“It feels like the universe is trying to tell me something,” says the central character, Vera, in “Struck,” a new play that is currently at New Jersey Repertory Company in Long Branch. Vera is a New Yorker who has just been struck by a bicycle on the street; she’s bruised, and shaken, but her injuries are not life-threatening.
Vera has a feeling, though, that the incident may be life-changing in some way, particularly since she feels a strong connection to the young student who hit her, and stops by her apartment later to offer his sympathy.
The “accident” does turn out to be more than just an accident, but not in the way that Susan (play by Susan Maris) expects. And that’s the best thing about this world premiere play.
This “serious comedy about a (possibly) cosmic event,” as it’s described in its program, explores a topic — fate — that doesn’t figure into many modern plays. Does Vera’s feeling that the universe is trying to tell her something result from some kind of boredom, or wishful thinking? When things turn bad for her, does that mean she is just a fool? And when things, later on, work out — almost magically — for the best, does this mean that she was right all along? Or just lucky?
And doesn’t all of it reinforce the notion that even if fate exists, it’s kind of silly for mere humans to try to figure it out, as it’s happening?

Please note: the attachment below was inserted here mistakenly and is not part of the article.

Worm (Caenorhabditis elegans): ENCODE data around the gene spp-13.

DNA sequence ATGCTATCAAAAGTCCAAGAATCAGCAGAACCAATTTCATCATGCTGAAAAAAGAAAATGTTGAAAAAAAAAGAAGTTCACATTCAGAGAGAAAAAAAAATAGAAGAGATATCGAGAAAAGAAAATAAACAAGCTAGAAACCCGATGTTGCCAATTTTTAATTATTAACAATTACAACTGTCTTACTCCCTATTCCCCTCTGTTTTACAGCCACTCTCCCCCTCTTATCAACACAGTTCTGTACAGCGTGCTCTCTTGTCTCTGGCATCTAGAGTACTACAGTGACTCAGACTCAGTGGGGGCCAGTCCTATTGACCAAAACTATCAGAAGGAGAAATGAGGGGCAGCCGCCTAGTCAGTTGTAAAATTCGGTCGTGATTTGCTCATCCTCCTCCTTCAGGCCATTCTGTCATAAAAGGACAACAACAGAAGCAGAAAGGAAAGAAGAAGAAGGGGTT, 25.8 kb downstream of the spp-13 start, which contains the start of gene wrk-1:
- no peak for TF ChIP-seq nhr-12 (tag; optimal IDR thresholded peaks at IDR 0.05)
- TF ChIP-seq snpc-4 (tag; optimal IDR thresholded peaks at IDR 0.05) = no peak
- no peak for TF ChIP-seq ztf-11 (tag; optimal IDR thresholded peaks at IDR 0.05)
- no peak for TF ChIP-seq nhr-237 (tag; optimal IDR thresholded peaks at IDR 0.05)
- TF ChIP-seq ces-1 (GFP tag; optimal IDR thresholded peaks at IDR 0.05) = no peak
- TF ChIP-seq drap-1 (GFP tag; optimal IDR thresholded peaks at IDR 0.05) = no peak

Playwright Sandy Rustin and director Don Stephenson wisely leave enough room for audience members to come to their own conclusions, while also touching on other themes involving the subjects of family and religion, and building to an effective, life-affirming ending. Susan’s husband Nate (Adam Bradley) provides some much needed grounding, through his skepticism, but I thought the character of the neighbor, Vicky (Jenny Bacon), was excessively wacky to really fit in, in a play that is essentially realistic.
Ben Puvalowski is fine as the student, James, who dominates the play’s pivotal scene, as is Matthew Shepard as a character whom I can’t say anything about without revealing the second of the play’s two major twists — twists that don’t just provide a jolt of excitement, as most twists to, but that also ultimately give the play much of its meaning.
“Struck” will be at the New Jersey Repertory Company through July 31.